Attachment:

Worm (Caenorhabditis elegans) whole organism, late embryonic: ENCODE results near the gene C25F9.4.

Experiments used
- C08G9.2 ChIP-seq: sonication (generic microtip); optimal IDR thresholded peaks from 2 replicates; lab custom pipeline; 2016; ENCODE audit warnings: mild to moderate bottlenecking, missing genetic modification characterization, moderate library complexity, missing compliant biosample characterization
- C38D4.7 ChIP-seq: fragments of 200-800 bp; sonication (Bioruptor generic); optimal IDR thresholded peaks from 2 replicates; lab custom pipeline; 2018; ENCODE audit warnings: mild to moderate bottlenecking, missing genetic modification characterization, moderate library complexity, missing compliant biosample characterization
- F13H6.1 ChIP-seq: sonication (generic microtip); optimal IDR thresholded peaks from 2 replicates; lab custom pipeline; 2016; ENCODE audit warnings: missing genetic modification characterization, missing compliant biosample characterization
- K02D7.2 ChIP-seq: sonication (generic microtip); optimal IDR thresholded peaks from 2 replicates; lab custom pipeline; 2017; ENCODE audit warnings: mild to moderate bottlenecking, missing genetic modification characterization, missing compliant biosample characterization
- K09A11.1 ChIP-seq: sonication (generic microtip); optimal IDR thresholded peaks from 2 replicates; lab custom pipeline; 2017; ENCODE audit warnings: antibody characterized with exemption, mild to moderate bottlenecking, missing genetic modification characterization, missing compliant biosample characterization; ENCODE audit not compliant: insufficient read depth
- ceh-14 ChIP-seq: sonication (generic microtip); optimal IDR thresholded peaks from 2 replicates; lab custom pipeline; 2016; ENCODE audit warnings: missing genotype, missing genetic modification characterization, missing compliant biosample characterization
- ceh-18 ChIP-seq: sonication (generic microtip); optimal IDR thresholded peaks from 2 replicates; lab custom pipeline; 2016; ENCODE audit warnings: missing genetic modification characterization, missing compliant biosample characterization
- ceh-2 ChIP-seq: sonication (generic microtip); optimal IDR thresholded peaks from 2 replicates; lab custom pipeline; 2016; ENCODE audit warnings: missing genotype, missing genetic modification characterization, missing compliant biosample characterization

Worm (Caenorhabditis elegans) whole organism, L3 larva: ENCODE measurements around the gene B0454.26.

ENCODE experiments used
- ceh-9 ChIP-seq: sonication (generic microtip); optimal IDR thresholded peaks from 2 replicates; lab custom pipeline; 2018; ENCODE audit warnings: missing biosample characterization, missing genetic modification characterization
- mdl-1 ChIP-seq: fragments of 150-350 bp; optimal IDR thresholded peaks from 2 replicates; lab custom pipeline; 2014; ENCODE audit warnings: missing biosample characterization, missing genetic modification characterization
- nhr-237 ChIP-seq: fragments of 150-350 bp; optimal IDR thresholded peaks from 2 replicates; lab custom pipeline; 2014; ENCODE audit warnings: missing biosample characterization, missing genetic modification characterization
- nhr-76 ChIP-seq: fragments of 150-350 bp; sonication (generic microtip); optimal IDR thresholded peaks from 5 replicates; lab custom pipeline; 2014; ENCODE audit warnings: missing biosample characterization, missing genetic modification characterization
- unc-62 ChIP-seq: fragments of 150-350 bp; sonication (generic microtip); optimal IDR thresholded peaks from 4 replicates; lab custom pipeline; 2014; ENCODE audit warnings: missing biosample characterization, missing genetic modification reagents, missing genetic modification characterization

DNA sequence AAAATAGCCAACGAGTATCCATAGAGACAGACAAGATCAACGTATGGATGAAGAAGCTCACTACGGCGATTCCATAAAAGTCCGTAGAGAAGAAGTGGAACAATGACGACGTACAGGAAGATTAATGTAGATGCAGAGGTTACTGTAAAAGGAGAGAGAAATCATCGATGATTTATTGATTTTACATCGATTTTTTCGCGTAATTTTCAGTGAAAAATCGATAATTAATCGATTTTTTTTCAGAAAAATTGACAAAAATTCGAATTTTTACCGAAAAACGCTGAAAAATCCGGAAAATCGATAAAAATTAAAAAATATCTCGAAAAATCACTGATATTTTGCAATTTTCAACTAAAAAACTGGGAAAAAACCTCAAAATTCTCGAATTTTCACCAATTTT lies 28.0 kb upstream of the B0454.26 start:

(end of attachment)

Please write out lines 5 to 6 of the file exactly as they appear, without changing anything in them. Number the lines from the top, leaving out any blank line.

- F13H6.1 ChIP-seq: sonication (generic microtip); optimal IDR thresholded peaks from 2 replicates; lab custom pipeline; 2016; ENCODE audit warnings: missing genetic modification characterization, missing compliant biosample characterization
- K02D7.2 ChIP-seq: sonication (generic microtip); optimal IDR thresholded peaks from 2 replicates; lab custom pipeline; 2017; ENCODE audit warnings: mild to moderate bottlenecking, missing genetic modification characterization, missing compliant biosample characterization